In Pt. 1 of this series, we posed a challenging question – Have you created a sweep today? The answer is almost certainly ‘yes’. In Part 2, I’ll explain why.
When is a feature a sweep?
What do the following Fusion 360 3D modeling commands have in common?
- Primitives (Box, Cylinder, Sphere, Torus)
- Ruled surface
The answer is that they all create features with a consistent cross-section. This is known as ‘translation.’ The cross-section is translated along a path. In Fusion 360, this cross-section is called a ‘profile.’
Under the hood, ASM (the Autodesk Shape Manager) uses the same algorithm to create all these features.
The difference between a swept form created with the Sweep command and a swept shape created with commands such as Extrude or Revolve is that a Sweep path is explicit. We create it ourselves. The other commands translate a cross-section along an implied path. For example, an extrude path is implied as perpendicular to the sketch plane, whereas a revolve path is implied as an arc around the axis.
The path is implied by Fusion 360. Fusion 360 passes the Profile (cross-section) and the path to ASM, which generates a 3D shape. It then passes it back to Fusion 360 to display on the screen.
Therefore, I know you created a sweep today – even if you didn’t use the Sweep tool to create it!
What can I do with a sweep?
The one rule of sweeps is that they must have a consistent cross-section. However, we do have some additional controls for sweeps.
You can scale the cross-section (think ‘Taper’ in the Extrude or Sweep command), and you can rotate the cross-section (think ‘Twist’ in the Sweep command).
What can’t I do with a sweep?
The sweep algorithm accurately maintains a cross-section along a path, so swept forms can only have one profile.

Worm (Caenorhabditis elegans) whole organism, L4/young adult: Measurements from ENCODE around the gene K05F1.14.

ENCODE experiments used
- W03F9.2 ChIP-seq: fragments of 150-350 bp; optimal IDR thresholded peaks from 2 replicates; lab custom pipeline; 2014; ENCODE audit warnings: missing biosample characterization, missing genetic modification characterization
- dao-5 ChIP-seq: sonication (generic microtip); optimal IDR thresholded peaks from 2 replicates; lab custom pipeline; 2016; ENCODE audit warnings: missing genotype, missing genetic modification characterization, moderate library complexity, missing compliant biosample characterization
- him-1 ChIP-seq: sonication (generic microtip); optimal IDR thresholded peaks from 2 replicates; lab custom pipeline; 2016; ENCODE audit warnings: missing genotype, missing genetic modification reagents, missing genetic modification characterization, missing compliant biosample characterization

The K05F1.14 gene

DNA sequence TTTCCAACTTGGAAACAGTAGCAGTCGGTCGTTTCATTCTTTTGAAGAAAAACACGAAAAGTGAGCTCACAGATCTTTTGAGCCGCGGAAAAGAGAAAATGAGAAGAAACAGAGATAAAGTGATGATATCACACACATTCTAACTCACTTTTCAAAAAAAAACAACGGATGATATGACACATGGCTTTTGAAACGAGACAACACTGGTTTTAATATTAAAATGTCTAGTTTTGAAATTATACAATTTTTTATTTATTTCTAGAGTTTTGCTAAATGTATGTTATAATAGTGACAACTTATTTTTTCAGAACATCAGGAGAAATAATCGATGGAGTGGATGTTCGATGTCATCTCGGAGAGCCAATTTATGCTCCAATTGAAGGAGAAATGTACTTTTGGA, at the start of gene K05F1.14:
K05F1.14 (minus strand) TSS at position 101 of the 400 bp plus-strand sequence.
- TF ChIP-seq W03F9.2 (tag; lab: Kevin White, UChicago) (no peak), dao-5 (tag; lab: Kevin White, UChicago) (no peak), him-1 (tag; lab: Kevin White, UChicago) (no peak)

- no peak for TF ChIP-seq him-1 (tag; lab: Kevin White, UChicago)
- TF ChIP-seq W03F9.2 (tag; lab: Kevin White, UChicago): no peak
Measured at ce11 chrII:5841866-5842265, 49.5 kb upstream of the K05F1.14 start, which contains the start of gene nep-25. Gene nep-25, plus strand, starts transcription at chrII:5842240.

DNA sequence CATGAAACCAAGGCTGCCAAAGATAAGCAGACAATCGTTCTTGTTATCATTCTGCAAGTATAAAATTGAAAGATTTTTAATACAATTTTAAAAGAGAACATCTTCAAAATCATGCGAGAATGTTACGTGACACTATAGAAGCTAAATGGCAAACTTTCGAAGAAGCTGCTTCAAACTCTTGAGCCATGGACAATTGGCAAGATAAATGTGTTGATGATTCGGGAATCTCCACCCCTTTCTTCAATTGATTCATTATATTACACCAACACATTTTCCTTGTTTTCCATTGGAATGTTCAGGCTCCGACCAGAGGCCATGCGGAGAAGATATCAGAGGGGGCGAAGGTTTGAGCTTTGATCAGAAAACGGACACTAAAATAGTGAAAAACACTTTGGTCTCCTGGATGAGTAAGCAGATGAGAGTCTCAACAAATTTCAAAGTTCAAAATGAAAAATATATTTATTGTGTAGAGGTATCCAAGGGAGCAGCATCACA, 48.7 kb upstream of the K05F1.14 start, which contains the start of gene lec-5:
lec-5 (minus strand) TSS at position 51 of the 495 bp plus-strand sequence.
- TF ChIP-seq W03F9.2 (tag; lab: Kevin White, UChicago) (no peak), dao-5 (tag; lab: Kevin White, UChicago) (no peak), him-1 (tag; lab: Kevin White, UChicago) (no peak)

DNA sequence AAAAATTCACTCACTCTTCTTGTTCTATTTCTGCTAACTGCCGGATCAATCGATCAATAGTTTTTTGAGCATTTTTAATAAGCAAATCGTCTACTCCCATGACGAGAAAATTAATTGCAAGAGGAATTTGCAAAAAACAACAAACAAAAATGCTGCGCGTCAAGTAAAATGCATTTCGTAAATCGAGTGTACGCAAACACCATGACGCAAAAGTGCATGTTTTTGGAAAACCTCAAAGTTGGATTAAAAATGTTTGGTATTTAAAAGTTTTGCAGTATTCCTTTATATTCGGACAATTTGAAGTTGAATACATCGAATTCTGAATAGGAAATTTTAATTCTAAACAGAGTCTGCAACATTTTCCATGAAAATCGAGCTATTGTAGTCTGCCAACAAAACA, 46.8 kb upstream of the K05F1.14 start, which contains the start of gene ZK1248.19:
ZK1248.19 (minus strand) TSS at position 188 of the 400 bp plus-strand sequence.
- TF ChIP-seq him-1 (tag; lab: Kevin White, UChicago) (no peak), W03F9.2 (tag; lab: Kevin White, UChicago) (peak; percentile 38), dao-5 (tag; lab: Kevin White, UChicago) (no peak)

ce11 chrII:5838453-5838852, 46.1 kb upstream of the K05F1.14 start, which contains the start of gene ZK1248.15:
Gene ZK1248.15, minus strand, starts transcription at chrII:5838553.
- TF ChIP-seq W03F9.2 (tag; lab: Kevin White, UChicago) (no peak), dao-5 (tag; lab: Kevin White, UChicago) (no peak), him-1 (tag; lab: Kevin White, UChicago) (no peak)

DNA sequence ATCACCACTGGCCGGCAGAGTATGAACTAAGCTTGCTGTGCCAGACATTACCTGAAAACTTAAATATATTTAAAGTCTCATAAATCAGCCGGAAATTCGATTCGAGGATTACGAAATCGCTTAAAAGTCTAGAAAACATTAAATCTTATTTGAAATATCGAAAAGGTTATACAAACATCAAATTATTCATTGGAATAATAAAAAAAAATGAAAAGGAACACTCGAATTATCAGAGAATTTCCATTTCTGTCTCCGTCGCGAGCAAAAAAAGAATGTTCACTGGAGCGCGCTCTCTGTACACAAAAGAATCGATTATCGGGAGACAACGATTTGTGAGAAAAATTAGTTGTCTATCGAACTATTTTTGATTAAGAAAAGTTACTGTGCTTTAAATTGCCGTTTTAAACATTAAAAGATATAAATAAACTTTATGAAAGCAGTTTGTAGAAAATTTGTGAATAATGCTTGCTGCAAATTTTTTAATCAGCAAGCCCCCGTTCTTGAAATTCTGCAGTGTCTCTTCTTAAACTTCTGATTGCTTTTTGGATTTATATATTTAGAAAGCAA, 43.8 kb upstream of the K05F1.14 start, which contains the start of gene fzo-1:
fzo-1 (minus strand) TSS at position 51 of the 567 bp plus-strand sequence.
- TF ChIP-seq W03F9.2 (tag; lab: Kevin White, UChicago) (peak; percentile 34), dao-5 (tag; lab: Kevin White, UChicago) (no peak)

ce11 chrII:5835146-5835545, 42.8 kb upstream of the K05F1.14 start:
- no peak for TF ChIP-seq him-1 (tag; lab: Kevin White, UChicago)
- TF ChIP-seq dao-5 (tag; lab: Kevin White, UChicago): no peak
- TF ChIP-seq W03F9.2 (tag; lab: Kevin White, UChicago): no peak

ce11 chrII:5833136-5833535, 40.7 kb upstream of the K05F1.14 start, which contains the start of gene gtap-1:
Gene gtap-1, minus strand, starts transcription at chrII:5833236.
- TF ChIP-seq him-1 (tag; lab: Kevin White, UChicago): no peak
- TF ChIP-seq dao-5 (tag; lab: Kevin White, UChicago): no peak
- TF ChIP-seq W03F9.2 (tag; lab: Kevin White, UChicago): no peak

How can I sweep between multiple profiles?
Well, you can’t. At least, not with the sweep command! If you need to create a shape using multiple profiles, you’ll need to use the Loft command.
Loft with centerline
The ‘Loft with Centerline’ command uses a hybrid algorithm that can sweep multiple profiles along a path and ‘warp’ the shapes between the profiles simultaneously.
How does a guide rail control the shape of a sweep?
You can use guide rails and surfaces to control the rotation (twist) of a profile along a path. When sweeping a guide rail, imagine lines drawn between your path and your guide rail. As these imaginary lines rotate around the path, the profile will rotate with them.
How does a guide surface control the shape of a sweep?
A guide surface is similar, but this time the twist is in relation to the surface normal. ‘Normal’ can be thought of as perpendicular to a surface.
When should I use a sweep?
Since a sweep must maintain a consistent profile, we can’t create sweeps that are curvature continuous to other geometry. For this reason, it’s usually a good idea to start with swept features (for example, extrude or revolve) as your base features. Then, use Loft or patch to create features that are curvature continuous with the base features.
Get Smart With Fusion 360
Check out the other articles in this series:
3D Modeling Terminology
The Secrets of the Loft Command
What’s the Difference Between Loft vs. Patch?
This article is based on an Autodesk University class. You can watch a recording of the class and download a handout that goes with this presentation from the Autodesk University website here:
7 Deadly Sins of 3D Part Modeling in Inventor & Fusion 360.